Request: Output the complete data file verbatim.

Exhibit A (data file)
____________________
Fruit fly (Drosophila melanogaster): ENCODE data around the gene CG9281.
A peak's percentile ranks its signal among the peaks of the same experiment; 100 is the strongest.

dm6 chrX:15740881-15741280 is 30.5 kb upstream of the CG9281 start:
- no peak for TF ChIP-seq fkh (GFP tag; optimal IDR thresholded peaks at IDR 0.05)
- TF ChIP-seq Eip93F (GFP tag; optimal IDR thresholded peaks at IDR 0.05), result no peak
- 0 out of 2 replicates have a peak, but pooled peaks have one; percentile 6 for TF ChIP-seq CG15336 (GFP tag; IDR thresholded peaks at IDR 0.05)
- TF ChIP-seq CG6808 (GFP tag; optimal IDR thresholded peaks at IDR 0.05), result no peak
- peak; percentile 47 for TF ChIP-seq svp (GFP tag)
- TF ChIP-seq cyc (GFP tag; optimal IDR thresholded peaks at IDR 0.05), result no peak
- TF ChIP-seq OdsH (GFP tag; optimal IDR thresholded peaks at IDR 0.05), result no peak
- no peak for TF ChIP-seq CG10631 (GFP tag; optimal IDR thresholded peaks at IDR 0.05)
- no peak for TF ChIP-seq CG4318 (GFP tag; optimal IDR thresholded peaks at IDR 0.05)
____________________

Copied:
Fruit fly (Drosophila melanogaster): ENCODE data around the gene CG9281.
A peak's percentile ranks its signal among the peaks of the same experiment; 100 is the strongest.

dm6 chrX:15740881-15741280 is 30.5 kb upstream of the CG9281 start:
- no peak for TF ChIP-seq fkh (GFP tag; optimal IDR thresholded peaks at IDR 0.05)
- TF ChIP-seq Eip93F (GFP tag; optimal IDR thresholded peaks at IDR 0.05), result no peak
- 0 out of 2 replicates have a peak, but pooled peaks have one; percentile 6 for TF ChIP-seq CG15336 (GFP tag; IDR thresholded peaks at IDR 0.05)
- TF ChIP-seq CG6808 (GFP tag; optimal IDR thresholded peaks at IDR 0.05), result no peak
- peak; percentile 47 for TF ChIP-seq svp (GFP tag)
- TF ChIP-seq cyc (GFP tag; optimal IDR thresholded peaks at IDR 0.05), result no peak
- TF ChIP-seq OdsH (GFP tag; optimal IDR thresholded peaks at IDR 0.05), result no peak
- no peak for TF ChIP-seq CG10631 (GFP tag; optimal IDR thresholded peaks at IDR 0.05)
- no peak for TF ChIP-seq CG4318 (GFP tag; optimal IDR thresholded peaks at IDR 0.05)